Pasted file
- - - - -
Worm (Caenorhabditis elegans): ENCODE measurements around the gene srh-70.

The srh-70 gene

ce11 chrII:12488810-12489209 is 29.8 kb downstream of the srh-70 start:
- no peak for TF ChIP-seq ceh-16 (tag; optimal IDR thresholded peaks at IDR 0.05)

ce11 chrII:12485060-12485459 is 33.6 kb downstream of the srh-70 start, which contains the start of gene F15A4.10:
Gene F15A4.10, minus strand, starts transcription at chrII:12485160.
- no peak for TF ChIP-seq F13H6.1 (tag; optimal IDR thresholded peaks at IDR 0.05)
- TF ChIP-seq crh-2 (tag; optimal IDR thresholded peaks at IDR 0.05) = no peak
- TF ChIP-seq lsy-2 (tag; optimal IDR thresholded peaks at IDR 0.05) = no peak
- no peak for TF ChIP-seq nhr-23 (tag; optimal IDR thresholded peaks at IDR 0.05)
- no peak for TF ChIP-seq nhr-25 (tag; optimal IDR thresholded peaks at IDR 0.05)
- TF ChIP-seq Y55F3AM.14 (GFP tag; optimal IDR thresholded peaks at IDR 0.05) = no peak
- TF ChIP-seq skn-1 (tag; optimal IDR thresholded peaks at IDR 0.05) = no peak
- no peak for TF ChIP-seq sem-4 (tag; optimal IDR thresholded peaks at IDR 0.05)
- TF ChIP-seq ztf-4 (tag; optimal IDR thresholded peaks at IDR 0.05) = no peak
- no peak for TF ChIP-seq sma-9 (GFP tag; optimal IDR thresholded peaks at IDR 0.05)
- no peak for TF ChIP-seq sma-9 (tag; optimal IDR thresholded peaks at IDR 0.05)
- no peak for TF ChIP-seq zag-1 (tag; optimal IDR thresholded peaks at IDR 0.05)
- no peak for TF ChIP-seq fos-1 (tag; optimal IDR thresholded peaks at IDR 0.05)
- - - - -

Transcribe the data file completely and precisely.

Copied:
Worm (Caenorhabditis elegans): ENCODE measurements around the gene srh-70.

The srh-70 gene

ce11 chrII:12488810-12489209 is 29.8 kb downstream of the srh-70 start:
- no peak for TF ChIP-seq ceh-16 (tag; optimal IDR thresholded peaks at IDR 0.05)

ce11 chrII:12485060-12485459 is 33.6 kb downstream of the srh-70 start, which contains the start of gene F15A4.10:
Gene F15A4.10, minus strand, starts transcription at chrII:12485160.
- no peak for TF ChIP-seq F13H6.1 (tag; optimal IDR thresholded peaks at IDR 0.05)
- TF ChIP-seq crh-2 (tag; optimal IDR thresholded peaks at IDR 0.05) = no peak
- TF ChIP-seq lsy-2 (tag; optimal IDR thresholded peaks at IDR 0.05) = no peak
- no peak for TF ChIP-seq nhr-23 (tag; optimal IDR thresholded peaks at IDR 0.05)
- no peak for TF ChIP-seq nhr-25 (tag; optimal IDR thresholded peaks at IDR 0.05)
- TF ChIP-seq Y55F3AM.14 (GFP tag; optimal IDR thresholded peaks at IDR 0.05) = no peak
- TF ChIP-seq skn-1 (tag; optimal IDR thresholded peaks at IDR 0.05) = no peak
- no peak for TF ChIP-seq sem-4 (tag; optimal IDR thresholded peaks at IDR 0.05)
- TF ChIP-seq ztf-4 (tag; optimal IDR thresholded peaks at IDR 0.05) = no peak
- no peak for TF ChIP-seq sma-9 (GFP tag; optimal IDR thresholded peaks at IDR 0.05)
- no peak for TF ChIP-seq sma-9 (tag; optimal IDR thresholded peaks at IDR 0.05)
- no peak for TF ChIP-seq zag-1 (tag; optimal IDR thresholded peaks at IDR 0.05)
- no peak for TF ChIP-seq fos-1 (tag; optimal IDR thresholded peaks at IDR 0.05)